The Castle of Kahramanmaraş
In the city centre, the castle is erected on a hill. This hill has a steep slope on the south side and a gentle slope on its north side. Excavation works in in the castle revealed many historical artifacts from the Late Hittite Period. Among these is the Maraş Lion, which stood at the gate entrance of the castle in the 17th century, according to the writer Evliya Çelebi. The castle itself was built in the Late Hittite Period, with various repairs and additions under the succeeding dominions of the Assyrians, Medes, Persians and the Kingdom of Cappadocia, the Romans, Byzantines, Seljuks of Anatolia, the Ottoman Empire and the Turkish Republic. The castle survives to the present day. The outer walls of the square bastion are large-cut stones, 1.7 metres deep, and the inner walls are rubble stone. The castle is built in a rectangular design.
The Covered Bazaar (Kapalı Çarşı) in the centre is believed to date from the 16th century. The Grand Bazaar (Kapalı Çarşı) is between the Covered bazaar and the coppersmiths in the north-south direction. It has eight entrances, one of which belongs to the Covered Bazaar. It is one of the earliest examples of Ottoman-era covered bazaars and attracts attention with its prayer dome in the middle. Today, there are 116 shops in the bazaar.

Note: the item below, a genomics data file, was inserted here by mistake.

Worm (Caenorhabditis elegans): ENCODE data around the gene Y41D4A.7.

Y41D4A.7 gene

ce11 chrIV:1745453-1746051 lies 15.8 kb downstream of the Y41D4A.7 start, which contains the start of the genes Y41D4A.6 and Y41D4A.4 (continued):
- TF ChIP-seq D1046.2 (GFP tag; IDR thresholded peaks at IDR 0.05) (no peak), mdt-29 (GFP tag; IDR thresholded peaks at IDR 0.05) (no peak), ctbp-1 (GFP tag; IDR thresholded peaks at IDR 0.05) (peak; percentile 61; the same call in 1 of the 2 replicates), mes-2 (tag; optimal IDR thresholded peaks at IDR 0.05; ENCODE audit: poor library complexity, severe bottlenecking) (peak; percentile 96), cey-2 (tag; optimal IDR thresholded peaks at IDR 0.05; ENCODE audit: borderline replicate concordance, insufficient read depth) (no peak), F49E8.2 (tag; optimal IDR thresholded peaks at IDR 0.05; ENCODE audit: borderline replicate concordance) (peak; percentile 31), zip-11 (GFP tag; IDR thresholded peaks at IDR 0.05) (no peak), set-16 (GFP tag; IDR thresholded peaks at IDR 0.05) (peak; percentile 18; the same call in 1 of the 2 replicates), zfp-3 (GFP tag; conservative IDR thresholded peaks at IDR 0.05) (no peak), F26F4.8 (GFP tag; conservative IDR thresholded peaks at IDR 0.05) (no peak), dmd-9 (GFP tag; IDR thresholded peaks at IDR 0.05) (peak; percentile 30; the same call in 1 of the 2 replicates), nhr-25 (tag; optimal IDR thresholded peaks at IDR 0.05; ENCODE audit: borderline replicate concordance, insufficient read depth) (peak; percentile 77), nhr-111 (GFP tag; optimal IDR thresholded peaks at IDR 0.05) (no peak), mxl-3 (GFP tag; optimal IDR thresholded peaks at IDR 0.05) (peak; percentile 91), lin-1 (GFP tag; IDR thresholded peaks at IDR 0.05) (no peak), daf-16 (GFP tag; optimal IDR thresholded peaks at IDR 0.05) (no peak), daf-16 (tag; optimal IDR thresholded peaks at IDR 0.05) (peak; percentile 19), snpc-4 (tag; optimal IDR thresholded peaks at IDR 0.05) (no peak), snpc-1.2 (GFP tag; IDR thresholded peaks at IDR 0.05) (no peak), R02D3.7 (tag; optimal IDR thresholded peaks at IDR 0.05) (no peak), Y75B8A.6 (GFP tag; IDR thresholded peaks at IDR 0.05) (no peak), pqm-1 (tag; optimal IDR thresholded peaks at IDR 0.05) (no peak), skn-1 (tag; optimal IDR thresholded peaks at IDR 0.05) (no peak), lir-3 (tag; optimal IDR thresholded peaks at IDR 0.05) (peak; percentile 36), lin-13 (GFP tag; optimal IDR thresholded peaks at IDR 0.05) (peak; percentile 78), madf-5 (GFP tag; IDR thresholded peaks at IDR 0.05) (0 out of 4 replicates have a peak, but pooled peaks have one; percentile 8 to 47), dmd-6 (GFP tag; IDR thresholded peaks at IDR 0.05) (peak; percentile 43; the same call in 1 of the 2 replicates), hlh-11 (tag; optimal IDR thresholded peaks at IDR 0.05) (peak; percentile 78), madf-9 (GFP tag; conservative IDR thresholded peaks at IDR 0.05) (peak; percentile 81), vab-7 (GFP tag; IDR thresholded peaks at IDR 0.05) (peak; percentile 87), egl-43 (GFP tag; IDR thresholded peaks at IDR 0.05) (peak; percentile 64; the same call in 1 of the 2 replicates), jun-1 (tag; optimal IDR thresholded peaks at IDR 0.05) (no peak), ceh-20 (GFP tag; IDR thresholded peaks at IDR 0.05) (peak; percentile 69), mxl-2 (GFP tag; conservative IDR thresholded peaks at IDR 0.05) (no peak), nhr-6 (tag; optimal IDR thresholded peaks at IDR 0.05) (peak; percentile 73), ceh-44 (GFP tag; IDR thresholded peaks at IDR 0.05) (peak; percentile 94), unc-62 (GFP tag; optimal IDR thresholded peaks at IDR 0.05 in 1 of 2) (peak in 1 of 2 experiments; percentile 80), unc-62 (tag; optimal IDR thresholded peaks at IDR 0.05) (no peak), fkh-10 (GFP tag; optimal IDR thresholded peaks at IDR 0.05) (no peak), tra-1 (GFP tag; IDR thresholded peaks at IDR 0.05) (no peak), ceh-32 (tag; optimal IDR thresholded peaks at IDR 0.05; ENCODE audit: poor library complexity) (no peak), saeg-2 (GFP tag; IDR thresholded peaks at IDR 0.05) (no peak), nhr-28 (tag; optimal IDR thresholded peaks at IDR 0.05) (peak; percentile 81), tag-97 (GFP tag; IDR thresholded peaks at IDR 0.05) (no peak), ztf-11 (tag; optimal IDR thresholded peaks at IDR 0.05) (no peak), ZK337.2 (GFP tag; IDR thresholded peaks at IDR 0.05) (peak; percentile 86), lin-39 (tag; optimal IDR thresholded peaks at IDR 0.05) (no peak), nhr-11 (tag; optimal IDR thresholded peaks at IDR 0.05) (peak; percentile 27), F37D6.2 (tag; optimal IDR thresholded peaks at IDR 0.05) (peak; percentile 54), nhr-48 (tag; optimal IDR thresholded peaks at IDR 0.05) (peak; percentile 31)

Built around 1650, Taşhan is east of the Grand Bazaar. The two-storey structure has a quadrangle in the middle. It was originally an inn; the ground floor was used as a stable, and the storage area and rooms on the second floor as accommodation. It was structurally integrated with the bazaar complex, providing incoming caravans with a place to unload their goods and stay in the city. Today, the rooms on both floors are used as shops and storage.
Saraçlar Bazaar (Saraçlar Çarşısı) is next to the Kapalı Çarşı. Using tools such as an awl, a hammer, callipers, needles, scissors, and pliers, the saddle-makers produce all manner of riding and equine accessories, including horse collars, yokes and saddles, numdah (belleme), by-pass (aşırtma), tumpline (kolon), and saddle belts and bags. As well, the beads used in harnesses are produced here, as are leather aprons and mats, rush mat embroidery, and the sarka – a type of short velvet brocaded dress. Other items such as handbags, belts and wallets are also made here.